from Richard Klein and Blake Edgar’s The Dawn of Human Culture:
The Neanderthals are fascinating because they were so much like us and yet so different. Before we abandon them completely, we want to address one well-known speculation for what could explain the difference. This is the possibility that they possessed only a limited ability to speak, that is, to produce the kind of rapidly spoken, phonemic speech that characterized all historic peoples. Historic cultures may vary greatly in their complexity, but historic languages do not—they are all equally sophisticated and they can all be translated one from the next, meaning that any one can be used to express any idea, however intricate.
What about Neanderthal language? The truth is that we don’t know. We can only imagine that Neanderthals had a system that was far more complex than that of chimpanzees or for that matter than the systems of the the australopiths, Homo ergaster, and probably even Homo heidelbergensis. But does that mean it was as sophisticated as modern language? One clue may come from the position of the voice box (or larynx), which is crucial for the production of the entire range of sounds that all modern languages require. In apes and newborn humans, the voice box is located high in the throat, restricting the range of possible sounds. A major advantage of this position is that it permits apes and human infants to swallow and breathe at the same time, reducing the risk of choking. The voice box begins its descent in humans between the ages of 1½ and 2 years, and since this significantly increases the risk of choking, there must be a countervailing natural selective benefit. The most obvious one is the newly created ability to produce all the sounds that are essential for phonemic speech, and no one doubts the survival benefit of speech. The position of the voice box is related to the shape of the skull base—flat in apes and modern human infants and arched upwards or flexed in modern human adults. On the three Neanderthal skulls that are well enough preserved to show the skull base, it appears to have been flat, and this might mean that Neanderthals could not have produced speech as we know it.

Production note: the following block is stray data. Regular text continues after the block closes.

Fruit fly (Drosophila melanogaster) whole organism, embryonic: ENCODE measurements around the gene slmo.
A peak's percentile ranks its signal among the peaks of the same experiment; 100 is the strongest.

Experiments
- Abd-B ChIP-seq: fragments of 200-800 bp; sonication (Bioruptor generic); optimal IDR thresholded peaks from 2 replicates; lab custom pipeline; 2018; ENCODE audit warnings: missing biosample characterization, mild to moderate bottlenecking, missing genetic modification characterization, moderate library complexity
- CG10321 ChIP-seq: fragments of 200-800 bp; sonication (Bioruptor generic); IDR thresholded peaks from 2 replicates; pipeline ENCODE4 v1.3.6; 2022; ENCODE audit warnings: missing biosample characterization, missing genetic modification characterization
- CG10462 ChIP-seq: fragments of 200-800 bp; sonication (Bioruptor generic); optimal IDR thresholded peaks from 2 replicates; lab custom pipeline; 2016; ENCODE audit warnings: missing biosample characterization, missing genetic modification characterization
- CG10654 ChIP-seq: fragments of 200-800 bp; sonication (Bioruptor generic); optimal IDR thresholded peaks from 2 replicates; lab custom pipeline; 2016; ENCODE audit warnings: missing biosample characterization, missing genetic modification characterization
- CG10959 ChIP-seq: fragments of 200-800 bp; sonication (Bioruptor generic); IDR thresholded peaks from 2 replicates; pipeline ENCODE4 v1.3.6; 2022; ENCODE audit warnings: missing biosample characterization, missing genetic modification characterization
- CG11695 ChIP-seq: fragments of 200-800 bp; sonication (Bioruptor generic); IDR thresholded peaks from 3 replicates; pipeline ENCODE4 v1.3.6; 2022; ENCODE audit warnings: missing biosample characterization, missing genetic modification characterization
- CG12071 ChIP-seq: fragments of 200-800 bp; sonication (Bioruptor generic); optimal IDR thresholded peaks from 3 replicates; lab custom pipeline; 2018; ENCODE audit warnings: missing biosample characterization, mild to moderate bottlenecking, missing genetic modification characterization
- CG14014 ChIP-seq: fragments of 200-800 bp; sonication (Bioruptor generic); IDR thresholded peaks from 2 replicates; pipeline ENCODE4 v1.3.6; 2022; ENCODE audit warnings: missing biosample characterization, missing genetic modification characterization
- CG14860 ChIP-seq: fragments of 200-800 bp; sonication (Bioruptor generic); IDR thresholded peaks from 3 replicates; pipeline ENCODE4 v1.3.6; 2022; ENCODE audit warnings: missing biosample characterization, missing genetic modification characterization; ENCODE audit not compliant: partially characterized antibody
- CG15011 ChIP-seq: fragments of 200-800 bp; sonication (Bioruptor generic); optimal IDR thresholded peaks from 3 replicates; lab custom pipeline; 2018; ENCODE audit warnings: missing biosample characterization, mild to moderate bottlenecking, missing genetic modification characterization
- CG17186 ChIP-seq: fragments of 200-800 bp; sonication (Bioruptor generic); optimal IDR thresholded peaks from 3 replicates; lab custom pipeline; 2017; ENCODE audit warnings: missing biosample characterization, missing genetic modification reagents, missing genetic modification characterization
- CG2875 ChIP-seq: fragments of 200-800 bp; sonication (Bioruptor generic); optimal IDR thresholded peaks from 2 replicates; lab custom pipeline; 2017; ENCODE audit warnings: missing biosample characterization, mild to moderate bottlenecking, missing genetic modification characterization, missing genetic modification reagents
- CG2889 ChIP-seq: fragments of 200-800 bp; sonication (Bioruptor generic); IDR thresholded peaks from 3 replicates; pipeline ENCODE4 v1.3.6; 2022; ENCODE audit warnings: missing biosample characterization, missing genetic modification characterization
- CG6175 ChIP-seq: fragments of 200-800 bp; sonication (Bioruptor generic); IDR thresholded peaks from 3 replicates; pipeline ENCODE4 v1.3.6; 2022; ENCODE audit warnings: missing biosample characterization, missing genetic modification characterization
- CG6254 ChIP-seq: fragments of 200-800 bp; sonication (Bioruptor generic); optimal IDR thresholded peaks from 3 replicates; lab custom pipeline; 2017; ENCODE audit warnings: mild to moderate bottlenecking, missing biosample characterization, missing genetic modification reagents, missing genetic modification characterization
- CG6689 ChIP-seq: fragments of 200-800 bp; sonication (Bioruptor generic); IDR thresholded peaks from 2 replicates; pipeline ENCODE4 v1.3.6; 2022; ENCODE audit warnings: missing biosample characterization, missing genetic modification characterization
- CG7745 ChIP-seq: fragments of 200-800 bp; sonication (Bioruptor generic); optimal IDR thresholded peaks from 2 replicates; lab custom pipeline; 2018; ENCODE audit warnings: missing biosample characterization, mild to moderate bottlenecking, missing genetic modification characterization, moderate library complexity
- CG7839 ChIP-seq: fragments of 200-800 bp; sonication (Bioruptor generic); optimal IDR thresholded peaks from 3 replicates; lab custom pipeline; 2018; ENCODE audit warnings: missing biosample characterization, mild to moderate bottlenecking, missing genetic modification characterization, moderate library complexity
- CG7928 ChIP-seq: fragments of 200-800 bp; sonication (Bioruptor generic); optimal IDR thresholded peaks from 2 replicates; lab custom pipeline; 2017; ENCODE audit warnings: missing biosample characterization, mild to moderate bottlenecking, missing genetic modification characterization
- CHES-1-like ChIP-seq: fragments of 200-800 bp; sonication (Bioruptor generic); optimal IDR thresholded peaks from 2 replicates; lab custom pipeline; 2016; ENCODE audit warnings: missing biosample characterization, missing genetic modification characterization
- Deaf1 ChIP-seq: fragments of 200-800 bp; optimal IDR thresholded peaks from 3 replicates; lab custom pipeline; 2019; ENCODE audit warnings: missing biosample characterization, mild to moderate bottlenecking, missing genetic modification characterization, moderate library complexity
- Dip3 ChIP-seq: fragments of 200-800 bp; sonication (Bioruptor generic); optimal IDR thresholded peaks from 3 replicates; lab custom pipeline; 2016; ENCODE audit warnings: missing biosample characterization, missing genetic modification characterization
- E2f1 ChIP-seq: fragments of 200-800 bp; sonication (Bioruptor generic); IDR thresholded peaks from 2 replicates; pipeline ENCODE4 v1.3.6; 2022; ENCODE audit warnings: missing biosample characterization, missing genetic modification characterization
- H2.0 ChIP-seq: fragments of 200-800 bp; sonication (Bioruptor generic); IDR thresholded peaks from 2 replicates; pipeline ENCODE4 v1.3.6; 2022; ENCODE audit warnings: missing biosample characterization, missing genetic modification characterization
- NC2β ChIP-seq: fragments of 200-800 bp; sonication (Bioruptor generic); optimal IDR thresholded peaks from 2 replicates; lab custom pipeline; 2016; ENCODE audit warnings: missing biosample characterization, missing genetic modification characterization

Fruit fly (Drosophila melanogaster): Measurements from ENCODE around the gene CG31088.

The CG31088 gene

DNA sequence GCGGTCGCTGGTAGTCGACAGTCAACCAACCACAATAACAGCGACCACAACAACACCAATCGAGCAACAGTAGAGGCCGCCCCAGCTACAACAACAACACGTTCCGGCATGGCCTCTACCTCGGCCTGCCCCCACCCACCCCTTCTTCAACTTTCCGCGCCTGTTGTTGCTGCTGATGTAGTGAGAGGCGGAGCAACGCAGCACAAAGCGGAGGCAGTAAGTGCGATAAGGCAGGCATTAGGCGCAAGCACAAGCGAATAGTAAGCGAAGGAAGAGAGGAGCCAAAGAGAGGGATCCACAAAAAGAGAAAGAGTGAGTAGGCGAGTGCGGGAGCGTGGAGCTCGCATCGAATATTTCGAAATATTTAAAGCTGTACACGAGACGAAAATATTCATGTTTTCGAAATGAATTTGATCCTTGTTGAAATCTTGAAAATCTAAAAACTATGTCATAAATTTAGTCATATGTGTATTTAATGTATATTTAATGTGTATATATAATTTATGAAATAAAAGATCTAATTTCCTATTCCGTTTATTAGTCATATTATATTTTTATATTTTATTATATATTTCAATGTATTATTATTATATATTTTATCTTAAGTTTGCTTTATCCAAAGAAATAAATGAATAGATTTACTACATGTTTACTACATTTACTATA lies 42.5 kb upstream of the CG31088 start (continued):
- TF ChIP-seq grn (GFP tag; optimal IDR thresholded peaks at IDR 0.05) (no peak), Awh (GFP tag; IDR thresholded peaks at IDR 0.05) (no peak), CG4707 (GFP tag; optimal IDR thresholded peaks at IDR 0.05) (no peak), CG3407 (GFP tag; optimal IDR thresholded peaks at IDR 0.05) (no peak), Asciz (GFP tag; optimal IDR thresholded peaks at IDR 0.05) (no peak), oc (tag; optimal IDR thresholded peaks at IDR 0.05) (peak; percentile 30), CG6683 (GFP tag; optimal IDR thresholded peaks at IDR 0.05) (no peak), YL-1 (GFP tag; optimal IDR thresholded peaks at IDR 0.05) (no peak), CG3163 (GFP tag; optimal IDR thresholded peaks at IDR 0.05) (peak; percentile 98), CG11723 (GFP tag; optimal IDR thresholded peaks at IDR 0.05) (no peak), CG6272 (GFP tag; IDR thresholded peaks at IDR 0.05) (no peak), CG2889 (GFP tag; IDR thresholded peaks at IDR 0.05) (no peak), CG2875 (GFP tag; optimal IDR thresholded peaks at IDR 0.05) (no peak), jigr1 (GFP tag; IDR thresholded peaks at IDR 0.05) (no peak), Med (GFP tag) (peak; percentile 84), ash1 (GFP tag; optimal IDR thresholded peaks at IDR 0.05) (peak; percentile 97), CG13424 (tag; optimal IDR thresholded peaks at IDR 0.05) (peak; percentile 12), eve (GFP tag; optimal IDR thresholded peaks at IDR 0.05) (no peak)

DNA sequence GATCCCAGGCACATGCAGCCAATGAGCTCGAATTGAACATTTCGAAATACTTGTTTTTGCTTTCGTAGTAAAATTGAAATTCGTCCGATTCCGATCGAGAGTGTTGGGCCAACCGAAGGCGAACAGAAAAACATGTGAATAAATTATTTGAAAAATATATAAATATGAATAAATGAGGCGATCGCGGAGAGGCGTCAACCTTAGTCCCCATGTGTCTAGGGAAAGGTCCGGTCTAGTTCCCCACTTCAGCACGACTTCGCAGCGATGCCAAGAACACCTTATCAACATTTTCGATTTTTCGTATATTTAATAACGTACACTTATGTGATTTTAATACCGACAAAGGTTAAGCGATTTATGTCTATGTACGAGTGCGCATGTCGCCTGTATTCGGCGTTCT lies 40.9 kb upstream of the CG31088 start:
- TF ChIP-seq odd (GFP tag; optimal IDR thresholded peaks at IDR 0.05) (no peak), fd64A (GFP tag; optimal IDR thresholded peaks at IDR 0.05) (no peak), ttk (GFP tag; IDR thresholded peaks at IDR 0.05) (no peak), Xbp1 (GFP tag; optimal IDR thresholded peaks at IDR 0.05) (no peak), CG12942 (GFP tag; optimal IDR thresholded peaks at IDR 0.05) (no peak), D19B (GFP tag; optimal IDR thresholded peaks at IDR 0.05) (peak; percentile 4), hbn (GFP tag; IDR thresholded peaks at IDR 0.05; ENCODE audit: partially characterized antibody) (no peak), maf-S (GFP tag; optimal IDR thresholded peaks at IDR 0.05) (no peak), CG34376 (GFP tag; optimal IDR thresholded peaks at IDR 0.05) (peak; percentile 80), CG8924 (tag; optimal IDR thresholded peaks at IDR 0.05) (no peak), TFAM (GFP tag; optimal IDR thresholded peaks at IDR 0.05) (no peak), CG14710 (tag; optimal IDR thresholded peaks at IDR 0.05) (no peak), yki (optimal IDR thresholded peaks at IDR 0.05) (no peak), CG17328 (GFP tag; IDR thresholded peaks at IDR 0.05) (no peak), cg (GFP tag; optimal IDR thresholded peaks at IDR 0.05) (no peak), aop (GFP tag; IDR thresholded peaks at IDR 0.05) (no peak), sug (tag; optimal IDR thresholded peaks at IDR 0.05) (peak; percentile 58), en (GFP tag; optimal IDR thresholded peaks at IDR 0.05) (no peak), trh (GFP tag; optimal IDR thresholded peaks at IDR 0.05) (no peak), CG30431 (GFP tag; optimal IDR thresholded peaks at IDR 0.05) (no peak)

Against this, however, we must consider the tongue bone (or hyoid), which provides hard support for the voice box and which differs significantly in shape between apes and modern humans. Only a single tongue bone is known for the Neanderthals, but it’s a dead ringer for its modern human counterpart. And we must also consider the Neanderthals’ African contemporaries—the modern or near-modern people, who, unlike the Neanderthals, included our ancestors. They had flexed cranial bases, but we will see that in virtually every detectable archeological respect they were no more modern than the Neanderthals. So, if they could speak in a fully modern way, the ability doesn’t seem to have fostered full-blown modern behavior—the dawn of human culture to which the title of this book refers. A newly found capacity for language may still have prompted fully modern behavior, but if so the capacity must have been rooted in a brain change. We argue later that such a brain change is the most economic explanation for why modern human behavior emerged and spread so quickly.